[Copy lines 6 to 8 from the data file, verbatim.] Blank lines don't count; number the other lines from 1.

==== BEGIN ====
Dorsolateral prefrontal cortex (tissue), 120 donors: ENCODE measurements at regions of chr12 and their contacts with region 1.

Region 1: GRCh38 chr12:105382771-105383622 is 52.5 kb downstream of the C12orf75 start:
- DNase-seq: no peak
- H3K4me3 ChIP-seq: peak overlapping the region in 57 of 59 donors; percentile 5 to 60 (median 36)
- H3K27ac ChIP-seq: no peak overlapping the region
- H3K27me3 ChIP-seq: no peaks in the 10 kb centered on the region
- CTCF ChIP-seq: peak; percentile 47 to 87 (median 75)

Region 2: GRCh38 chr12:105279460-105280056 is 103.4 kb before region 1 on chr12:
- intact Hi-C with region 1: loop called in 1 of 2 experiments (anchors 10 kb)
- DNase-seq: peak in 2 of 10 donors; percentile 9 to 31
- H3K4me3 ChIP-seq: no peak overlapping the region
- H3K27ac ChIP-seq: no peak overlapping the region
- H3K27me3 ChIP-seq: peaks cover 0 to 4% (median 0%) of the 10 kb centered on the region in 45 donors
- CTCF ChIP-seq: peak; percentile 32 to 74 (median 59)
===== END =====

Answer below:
- H3K27me3 ChIP-seq: no peaks in the 10 kb centered on the region
- CTCF ChIP-seq: peak; percentile 47 to 87 (median 75)

Region 2: GRCh38 chr12:105279460-105280056 is 103.4 kb before region 1 on chr12: